Our Digital Integrated Liberal Arts Center hosted fantastic Digital Humanities & Design Symposium, expertly organized by Carl DiSalvo and Lauren Klein (both LMC), and we heard keynotes by Tony Dunne (From Technological Futures to Alternative Worldviews) and Kelly Baker Josephs (Caribbean Considerations: Audience and Access in Digital Humanities); and by Anne Burdick (Digital Humanities Design Questions) and Jentery Sayers (Is Design Bad for Media History?); roundtables on 1) A design brief for the digital humanities, with Jessica Marie Johnson, Matt Ratto, Daniela Rosner, Rachel Sagner Buurma, Joycelyn Wilson; 2) The idea of speculation as theorized in DH and Design, with Ian Bogost, Susana Morris, Molly Wright Steenson, Whitney Trettien; and 3) The role of social justice in DH and Design, with Alexandrina Agloro, Mimi Onuoha, Miriam Posner, Juan Carlos Rodriguez; and various workshops including all participants. 

29 April, 2017

James Dean Young Memorial Awards Dinner

Some impressions from this year's James Dean Young Memorial Awards Dinner, during which LMC honors some of our best students and postdoctoral fellows. And all of it happened on the 25th floor of the Crowne Plaza Hotel in Midtown.

25 April, 2017

Digital Integrated Liberal Arts Center Showcase

Great projects today at the Digital Integrative Liberal Arts Center (DILAC) Showcase. These creative interdisciplinary projects show how the Digital Humanities and Digital Civics bring professors and undergraduate students together to answer complex research questions:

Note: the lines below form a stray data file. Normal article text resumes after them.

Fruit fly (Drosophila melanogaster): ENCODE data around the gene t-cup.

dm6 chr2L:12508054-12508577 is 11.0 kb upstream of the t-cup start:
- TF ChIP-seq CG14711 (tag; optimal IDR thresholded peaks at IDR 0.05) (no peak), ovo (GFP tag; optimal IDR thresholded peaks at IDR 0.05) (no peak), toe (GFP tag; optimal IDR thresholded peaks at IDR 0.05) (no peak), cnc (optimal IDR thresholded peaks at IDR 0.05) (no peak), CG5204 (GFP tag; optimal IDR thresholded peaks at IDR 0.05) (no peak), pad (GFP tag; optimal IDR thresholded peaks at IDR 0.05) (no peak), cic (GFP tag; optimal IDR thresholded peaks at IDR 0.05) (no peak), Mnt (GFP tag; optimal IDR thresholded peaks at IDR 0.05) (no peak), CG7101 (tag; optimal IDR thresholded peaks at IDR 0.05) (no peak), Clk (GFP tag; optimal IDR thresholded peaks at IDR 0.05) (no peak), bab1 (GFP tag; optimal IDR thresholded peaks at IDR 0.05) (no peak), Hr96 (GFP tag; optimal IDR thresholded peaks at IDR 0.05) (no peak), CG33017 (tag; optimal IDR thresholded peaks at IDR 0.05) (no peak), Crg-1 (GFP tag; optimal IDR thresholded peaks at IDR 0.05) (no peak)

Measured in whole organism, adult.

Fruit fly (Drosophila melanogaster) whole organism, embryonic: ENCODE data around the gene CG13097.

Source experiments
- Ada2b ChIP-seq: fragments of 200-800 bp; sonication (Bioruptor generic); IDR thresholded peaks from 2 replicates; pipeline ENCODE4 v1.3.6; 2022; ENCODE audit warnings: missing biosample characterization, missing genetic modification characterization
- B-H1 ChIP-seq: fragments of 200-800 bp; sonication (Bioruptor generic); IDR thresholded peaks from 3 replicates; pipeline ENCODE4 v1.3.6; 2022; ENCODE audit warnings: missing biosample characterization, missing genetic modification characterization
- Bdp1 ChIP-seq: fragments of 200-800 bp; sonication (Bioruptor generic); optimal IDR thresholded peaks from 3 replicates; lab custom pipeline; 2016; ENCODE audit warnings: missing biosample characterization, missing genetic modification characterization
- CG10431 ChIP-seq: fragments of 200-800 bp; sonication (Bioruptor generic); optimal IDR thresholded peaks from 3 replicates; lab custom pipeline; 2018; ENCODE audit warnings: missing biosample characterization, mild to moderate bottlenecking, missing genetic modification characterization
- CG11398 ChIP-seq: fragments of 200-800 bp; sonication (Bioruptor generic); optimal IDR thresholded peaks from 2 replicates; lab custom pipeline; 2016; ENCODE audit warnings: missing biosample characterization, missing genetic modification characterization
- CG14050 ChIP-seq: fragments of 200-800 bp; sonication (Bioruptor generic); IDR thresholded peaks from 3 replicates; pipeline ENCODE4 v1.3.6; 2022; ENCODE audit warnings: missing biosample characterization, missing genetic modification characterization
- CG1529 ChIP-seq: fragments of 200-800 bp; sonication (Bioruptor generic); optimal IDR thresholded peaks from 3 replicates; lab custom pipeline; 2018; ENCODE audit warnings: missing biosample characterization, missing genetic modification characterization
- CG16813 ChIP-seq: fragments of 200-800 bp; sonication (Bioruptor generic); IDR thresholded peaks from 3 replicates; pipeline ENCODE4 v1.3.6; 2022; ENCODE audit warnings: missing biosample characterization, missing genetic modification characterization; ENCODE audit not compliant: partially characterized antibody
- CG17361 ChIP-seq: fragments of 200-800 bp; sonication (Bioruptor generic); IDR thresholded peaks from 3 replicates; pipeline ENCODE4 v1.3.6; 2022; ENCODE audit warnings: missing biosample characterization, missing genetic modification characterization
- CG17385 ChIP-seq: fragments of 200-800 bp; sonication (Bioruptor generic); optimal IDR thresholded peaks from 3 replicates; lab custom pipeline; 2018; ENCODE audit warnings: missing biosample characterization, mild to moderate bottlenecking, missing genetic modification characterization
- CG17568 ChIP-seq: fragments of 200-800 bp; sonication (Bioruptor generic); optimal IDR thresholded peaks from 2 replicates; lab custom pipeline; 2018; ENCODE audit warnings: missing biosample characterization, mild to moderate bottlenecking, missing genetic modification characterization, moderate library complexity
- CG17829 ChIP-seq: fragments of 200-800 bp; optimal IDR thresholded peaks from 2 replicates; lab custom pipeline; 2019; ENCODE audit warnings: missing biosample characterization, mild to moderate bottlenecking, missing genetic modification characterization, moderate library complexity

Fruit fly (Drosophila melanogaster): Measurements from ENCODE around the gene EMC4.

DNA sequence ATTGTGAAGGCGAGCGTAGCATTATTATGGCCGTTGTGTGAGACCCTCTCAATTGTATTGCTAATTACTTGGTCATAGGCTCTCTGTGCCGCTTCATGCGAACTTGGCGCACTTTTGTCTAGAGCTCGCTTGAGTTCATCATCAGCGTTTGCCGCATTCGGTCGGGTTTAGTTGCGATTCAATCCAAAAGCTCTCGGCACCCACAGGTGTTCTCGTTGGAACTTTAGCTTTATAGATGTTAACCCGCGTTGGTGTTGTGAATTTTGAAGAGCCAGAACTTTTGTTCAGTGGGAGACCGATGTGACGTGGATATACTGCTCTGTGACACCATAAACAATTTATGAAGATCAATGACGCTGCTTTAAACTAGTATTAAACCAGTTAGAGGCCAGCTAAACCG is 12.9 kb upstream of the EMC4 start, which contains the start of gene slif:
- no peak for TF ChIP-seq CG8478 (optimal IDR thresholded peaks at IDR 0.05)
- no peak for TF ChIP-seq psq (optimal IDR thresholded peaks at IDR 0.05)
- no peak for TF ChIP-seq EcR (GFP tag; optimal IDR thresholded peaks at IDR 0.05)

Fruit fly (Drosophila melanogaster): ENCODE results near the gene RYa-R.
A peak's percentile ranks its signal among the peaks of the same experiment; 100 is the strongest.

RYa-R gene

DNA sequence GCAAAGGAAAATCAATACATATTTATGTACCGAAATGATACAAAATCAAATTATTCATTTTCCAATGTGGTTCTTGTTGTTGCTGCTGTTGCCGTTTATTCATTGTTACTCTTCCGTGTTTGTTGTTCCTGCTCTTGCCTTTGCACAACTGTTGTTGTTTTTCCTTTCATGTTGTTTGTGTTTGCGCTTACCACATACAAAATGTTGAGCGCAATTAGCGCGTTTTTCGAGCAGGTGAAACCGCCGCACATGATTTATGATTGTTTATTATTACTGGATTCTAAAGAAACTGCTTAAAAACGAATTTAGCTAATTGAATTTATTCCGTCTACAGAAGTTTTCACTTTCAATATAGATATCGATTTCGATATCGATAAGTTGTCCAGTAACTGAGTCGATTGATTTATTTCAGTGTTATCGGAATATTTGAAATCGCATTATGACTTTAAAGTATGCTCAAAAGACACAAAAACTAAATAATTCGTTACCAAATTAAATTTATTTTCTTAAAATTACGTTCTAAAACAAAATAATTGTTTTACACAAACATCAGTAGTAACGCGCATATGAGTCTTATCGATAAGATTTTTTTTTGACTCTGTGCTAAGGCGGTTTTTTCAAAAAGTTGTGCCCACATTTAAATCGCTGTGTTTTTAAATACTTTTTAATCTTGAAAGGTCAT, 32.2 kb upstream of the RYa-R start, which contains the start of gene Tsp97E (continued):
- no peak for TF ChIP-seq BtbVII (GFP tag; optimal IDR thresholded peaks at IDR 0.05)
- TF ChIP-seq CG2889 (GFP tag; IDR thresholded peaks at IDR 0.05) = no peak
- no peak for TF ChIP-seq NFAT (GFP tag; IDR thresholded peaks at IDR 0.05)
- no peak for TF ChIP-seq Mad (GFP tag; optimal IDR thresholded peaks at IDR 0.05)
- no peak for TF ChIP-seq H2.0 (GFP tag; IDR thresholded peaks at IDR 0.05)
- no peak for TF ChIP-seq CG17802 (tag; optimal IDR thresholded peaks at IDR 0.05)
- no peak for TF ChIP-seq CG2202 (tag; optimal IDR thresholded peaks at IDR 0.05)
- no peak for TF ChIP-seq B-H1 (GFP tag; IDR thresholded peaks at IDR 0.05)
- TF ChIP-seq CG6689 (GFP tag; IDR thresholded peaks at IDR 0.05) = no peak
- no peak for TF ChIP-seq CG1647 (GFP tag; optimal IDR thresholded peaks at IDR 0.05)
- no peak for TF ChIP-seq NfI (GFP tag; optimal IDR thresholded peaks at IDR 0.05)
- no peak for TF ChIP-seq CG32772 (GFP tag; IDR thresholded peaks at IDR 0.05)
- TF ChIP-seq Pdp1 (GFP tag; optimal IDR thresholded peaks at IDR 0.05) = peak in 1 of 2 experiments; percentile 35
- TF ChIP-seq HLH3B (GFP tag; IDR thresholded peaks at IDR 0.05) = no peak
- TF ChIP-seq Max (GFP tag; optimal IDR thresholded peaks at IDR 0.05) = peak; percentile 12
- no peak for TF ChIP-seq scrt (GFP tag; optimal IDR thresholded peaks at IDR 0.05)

• Understanding the Syrian Refugee Crisis
  • VIP Project on Digital Deliberation
  • Sweet Auburn, The Birthplace of Ideas
  • Exploring Data and Documentary with the Latino Community in Buford Highway
  • GT TAP: Technical Arts Practicum at Georgia Tech
  • REUL Lab: Responsible End-User Licensing
  • Ivan Allen Archive Digitization Project

Paul Sturtevant reviews my Manifesto

Absolutely delighted by Paul Sturtevant's review of my Medievalism: A Manifesto for The Public Medievalist. A long time ago, I sent a copy of my first book on Literary Nominalism in the Late Middle Ages to Heiko Oberman. He sent me a hand-written response, in which told me he really enjoyed reading it, but that my own methodology was based on the very 'medieval realism' I claimed William of Ockham and Geoffrey Chaucer had overcome, ushering in modernity. Touché. -- Now Paul shows how I am advocating to include broader audiences for our work, but I do so (at least in part) in all too polysyllabic prose. Message received! And then Paul encourages me to write another book, and one directed not to fellow medievalists. -- That's a big challenge.

06 April, 2017